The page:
He went on for three days, never stopping for food or rest; but on the fourth day, at dusk, he felt overcome by sleep; so he let his horse go free in a meadow, and himself lay down on the grass. Then all at once he heard a piercing shriek, and straight before him beheld a hare, and an owl perched upon it—its claws digging into the poor creature’s side.

The prince caught up the first thing that lay near him, and aimed at the screech-owl, so truly that he killed it on the spot, and the hare ran up to him, like a tame creature, licked his hands, and ran away.

Then the prince saw that the thing he had thrown at the owl was a human skull. And it spoke to him, in these words:

“Prince Dobrotek, I thank you for what you have done for me. When I was alive I committed suicide, and was therefore condemned to lie unburied at this cross-way, till I should be the means of saving life. I have lain here for seven hundred and seventy-seven years; and Heaven knows how much longer I should have had to remain, if you had not chanced to throw me at the screech-owl, and so saved the life of the poor hare. Now bury me, so that I may lie peacefully in the ground at this same place, and I will tell you how to summon the Grey Seer-horse, with the golden mane, who will always help you in case of need. Go out into a plain, and without looking behind you, call out:

“Grey Seer-horse, with golden mane!

Like a bird—and not like steed,

On the blast—and not the mead,

Fly thou hither unto me!”

Thus having spoken, the head was silent; but a blue light shot up from it towards the sky; it was the soul of the deceased, which having now expiated its sin by its long imprisonment in the skull, had attained heaven.

The prince then dug a grave, and buried the skull. He then called out:

“Grey Seer-horse, with golden mane! Like a bird—and not like steed, On the blast—and not the mead, Do thou hither fly to me!”

The wind rose, the lightning flashed, the thunder roared, and the wonderful horse with the golden mane appeared. He flew as fast as the storm-wind, flames shot from his nostrils, sparks from his eyes, and clouds of smoke from his mouth. He stood still, and said in human tones:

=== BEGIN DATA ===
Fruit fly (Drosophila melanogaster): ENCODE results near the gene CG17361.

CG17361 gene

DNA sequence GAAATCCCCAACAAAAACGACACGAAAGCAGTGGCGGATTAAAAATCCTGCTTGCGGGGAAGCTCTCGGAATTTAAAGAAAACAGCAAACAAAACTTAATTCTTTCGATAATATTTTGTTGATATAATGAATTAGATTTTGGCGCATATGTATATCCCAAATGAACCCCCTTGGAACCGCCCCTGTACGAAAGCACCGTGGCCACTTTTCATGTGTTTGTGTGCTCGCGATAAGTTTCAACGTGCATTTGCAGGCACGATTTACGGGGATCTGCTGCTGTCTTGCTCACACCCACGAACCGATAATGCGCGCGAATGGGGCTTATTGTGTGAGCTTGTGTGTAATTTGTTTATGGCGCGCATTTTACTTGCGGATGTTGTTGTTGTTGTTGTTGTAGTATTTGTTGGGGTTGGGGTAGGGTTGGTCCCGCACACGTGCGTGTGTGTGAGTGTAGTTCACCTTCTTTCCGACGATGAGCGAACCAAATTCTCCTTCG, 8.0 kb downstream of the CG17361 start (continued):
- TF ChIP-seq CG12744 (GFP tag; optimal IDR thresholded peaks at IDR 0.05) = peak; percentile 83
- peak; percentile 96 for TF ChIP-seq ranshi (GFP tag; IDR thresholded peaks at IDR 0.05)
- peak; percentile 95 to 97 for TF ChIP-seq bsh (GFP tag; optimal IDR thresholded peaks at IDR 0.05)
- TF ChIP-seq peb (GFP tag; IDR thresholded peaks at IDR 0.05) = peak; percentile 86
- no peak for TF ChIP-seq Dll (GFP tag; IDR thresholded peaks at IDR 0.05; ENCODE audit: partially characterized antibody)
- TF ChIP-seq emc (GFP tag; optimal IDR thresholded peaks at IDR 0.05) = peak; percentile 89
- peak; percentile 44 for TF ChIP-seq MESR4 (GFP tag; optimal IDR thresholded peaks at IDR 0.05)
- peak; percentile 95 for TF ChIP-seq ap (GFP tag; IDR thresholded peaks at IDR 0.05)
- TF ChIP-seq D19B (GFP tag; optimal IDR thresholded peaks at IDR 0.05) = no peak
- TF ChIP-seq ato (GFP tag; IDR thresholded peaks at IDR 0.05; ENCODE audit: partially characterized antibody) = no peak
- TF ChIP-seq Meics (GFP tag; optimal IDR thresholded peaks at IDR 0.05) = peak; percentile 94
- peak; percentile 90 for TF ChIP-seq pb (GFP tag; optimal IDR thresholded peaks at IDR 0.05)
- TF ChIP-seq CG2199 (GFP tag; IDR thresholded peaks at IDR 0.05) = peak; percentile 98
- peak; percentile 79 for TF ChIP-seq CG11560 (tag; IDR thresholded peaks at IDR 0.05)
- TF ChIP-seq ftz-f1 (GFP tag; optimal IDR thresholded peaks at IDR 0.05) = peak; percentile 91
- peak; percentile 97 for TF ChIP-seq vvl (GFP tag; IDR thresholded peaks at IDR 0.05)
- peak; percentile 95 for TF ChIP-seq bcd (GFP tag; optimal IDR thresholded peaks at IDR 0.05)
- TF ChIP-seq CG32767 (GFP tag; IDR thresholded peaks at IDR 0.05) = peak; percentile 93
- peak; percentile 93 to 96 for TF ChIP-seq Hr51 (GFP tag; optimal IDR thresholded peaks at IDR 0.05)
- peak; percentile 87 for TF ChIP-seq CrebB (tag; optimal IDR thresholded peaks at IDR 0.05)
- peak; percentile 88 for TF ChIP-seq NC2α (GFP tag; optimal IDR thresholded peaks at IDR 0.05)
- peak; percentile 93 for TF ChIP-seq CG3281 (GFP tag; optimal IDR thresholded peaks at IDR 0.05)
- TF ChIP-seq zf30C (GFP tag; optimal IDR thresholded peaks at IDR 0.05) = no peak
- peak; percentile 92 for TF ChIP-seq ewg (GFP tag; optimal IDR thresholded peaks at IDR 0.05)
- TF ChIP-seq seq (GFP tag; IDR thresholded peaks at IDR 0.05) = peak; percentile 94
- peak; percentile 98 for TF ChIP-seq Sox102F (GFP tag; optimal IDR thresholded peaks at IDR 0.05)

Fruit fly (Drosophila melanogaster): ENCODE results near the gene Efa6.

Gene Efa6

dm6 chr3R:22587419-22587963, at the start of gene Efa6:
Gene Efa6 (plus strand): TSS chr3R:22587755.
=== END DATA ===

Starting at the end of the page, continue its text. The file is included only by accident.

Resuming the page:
“What are your commands, Prince Dobrotek?”

“I am in trouble; I wish you to help me.”

And he told him all that had occurred.

“Creep in at my left ear,” said the horse, “and creep out again at the right.”

So the prince crept in at the horse’s left ear, and came out again at the right one, all clad in golden armour. He also found himself miraculously increased in strength, so that when he stamped on the ground it trembled; and when he shouted a storm arose, which shook the leaves from the trees.

Then he asked the horse:

“What is to be done next?”

“Your betrothed, Princess Ladna,” said the horse, “was carried off by the seven-inch-high dwarf, with the seven-foot-long beard; he is a powerful magician; he dwells beyond the seven seas, among inaccessible mountains. He can only be conquered by the All-Cutting Sword, which sword is jealously guarded by his own brother, the Giant-Head, with basilisk eye. To this Giant-Head we must therefore go.”

Prince Dobrotek mounted on horseback, and they flew like an arrow, over lands and seas, high mountains and wide oceans. They stopped at length upon a wide plain strewn with bones, before a moving mountain. And the horse said:

“This moving mountain, which you see before you, is the giant’s head with the basilisk eyes; and the bones strewn so thickly hereabouts prove how deadly his looks are—so be careful. He is now asleep from the heat of the sun; but only two steps before him lies the sword, with which alone you can conquer your enemy. Lie down along my back, so that his glance cannot reach you through my neck and mane; but when you get near to it, lay hold of the sword; when you have it you will not only be safe from his basilisk glances, but you will even have the giant’s head at your mercy.”

Twenty tales from the amber road - the horse appeared in the stormThe horse appears in the storm

And the horse drew near lightly, and the prince bent down, and secured the wonderful sword; but he shouted so loud that the Giant-Head woke up, sniffed hard, and looked about with his bloodshot eyes; and seeing the wonderful sword in the prince’s hand, he called out:

“Sir knight! are you weary of the world, that you court speedy death?”

“You need not boast like that, you empty head!” replied Prince Dobrotek. “Your looks cannot hurt me now; and you shall die by this All-Cutting Sword! But I would first know who, and what you are.”